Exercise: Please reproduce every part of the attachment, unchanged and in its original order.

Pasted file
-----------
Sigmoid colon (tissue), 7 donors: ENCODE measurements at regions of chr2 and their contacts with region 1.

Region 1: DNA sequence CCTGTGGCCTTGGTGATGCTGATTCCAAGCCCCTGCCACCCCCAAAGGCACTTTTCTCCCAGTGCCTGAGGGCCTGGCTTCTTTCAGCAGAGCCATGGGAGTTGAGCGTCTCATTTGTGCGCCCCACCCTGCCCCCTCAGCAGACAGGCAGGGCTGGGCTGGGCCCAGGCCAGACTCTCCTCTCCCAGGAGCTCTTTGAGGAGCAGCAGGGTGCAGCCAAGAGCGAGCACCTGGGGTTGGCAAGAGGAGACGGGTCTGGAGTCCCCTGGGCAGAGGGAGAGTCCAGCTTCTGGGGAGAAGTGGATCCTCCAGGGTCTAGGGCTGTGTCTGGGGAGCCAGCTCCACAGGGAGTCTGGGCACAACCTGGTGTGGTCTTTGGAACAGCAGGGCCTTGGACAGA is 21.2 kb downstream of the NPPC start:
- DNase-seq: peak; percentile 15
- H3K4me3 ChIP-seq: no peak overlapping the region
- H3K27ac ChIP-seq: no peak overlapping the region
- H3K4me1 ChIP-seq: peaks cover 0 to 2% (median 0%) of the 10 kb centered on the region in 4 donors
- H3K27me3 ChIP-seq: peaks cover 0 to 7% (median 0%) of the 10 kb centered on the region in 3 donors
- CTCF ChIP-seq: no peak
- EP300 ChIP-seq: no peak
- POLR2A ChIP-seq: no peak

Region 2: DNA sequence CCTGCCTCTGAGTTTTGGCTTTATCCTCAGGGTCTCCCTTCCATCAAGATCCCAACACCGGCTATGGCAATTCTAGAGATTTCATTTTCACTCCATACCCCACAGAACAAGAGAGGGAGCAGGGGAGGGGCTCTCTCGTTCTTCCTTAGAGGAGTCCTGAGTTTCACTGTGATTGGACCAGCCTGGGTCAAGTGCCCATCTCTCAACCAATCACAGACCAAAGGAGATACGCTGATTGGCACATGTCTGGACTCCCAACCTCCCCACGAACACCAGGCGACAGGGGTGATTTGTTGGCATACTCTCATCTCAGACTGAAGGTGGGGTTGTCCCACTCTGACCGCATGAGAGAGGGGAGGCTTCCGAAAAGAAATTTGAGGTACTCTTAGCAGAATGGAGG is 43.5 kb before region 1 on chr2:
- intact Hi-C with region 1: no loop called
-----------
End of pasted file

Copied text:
Sigmoid colon (tissue), 7 donors: ENCODE measurements at regions of chr2 and their contacts with region 1.

Region 1: DNA sequence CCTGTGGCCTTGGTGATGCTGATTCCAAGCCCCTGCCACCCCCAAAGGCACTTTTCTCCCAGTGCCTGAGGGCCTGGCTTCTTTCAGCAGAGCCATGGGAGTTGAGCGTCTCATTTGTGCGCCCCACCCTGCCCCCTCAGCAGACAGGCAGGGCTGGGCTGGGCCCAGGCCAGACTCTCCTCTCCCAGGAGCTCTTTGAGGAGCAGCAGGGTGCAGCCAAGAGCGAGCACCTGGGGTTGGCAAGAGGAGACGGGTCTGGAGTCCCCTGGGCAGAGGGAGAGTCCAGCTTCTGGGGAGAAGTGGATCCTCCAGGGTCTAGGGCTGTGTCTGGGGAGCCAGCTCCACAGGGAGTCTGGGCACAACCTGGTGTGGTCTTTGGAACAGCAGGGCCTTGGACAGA is 21.2 kb downstream of the NPPC start:
- DNase-seq: peak; percentile 15
- H3K4me3 ChIP-seq: no peak overlapping the region
- H3K27ac ChIP-seq: no peak overlapping the region
- H3K4me1 ChIP-seq: peaks cover 0 to 2% (median 0%) of the 10 kb centered on the region in 4 donors
- H3K27me3 ChIP-seq: peaks cover 0 to 7% (median 0%) of the 10 kb centered on the region in 3 donors
- CTCF ChIP-seq: no peak
- EP300 ChIP-seq: no peak
- POLR2A ChIP-seq: no peak

Region 2: DNA sequence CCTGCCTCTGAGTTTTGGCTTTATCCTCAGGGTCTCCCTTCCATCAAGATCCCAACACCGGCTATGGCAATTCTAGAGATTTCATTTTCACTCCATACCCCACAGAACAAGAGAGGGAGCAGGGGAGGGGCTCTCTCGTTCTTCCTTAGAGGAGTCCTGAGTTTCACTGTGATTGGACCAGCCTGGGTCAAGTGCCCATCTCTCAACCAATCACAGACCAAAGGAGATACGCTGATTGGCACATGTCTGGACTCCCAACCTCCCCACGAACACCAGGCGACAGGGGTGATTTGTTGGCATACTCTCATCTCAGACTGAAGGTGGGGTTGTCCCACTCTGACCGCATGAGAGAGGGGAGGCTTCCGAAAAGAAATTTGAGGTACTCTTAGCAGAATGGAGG is 43.5 kb before region 1 on chr2:
- intact Hi-C with region 1: no loop called